Historic First Baptist Church of Bishop, Texas Historical Marker Text:
“The Rev. J. B. Bruce of Kingsville and seven organizers met with forty applicants on January 29, 1911, in Moser Hall in downtown Bishop to establish a missionary Baptist church. The congregation called the Rev. B. F. Goodwin as a temporary pastor. He held two services a month for a salary of $400 per year, supplementing his income with carpentry work. The Missionary Baptist Church of Bishop borrowed $13,000 from the Baptist Home Mission Board in 1912 for its first building as the town grew and church membership expanded rapidly. The new structure featured a stained glass window given by F. Z., Mary and A. E. Bishop in memory of their parents. The 1916 hurricane was among several natural disasters endured by the people of Bishop and the congregants of the Baptist church. Moser Hall, an ecumenical meeting space located on the second floor of a downtown building, was destroyed in that storm. In time the congregation outgrew its 1912 facility and dedicated a new sanctuary just west of the older site in 1949. An east wing was added in 1952 and a west wing in 1958. The structure was remodeled in 1970 and 1974, and extensively renovated in 1986 in anticipation of the congregation's Diamond Jubilee celebration. The First Baptist Church of Bishop continues in the traditions of its founders through missions such as the Iglesia Bautista, constituted as a church in 1996; community service such as the Share Center, where clothing and Bible study are made available to area citizens; worship; and religious education.” 311 East 5th Street.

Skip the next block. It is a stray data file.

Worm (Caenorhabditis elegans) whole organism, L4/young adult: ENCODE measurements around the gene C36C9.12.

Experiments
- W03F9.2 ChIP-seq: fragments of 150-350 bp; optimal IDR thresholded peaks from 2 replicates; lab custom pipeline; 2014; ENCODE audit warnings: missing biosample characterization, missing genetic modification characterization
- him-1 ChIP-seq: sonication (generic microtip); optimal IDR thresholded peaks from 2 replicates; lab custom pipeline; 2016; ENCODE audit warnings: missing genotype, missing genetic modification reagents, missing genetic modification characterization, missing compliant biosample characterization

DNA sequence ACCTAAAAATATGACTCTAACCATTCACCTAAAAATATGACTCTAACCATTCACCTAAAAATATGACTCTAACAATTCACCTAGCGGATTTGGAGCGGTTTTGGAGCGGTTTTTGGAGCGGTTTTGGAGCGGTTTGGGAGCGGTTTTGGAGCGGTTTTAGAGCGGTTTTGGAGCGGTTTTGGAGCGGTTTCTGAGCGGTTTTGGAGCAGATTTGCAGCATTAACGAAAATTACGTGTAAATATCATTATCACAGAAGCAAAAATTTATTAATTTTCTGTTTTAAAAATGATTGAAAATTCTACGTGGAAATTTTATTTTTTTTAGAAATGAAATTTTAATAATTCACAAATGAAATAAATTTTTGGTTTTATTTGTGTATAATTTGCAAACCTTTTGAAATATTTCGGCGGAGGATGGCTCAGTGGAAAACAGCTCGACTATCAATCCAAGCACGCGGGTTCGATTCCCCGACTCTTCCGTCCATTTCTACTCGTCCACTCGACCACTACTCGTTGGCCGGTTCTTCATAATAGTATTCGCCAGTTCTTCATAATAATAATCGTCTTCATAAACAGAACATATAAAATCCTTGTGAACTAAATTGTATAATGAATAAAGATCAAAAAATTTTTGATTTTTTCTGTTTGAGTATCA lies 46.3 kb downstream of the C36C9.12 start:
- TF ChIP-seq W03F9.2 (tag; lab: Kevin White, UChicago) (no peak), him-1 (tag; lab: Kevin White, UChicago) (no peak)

Historic First United Methodist Church of Bishop, Texas Historical Marker Text: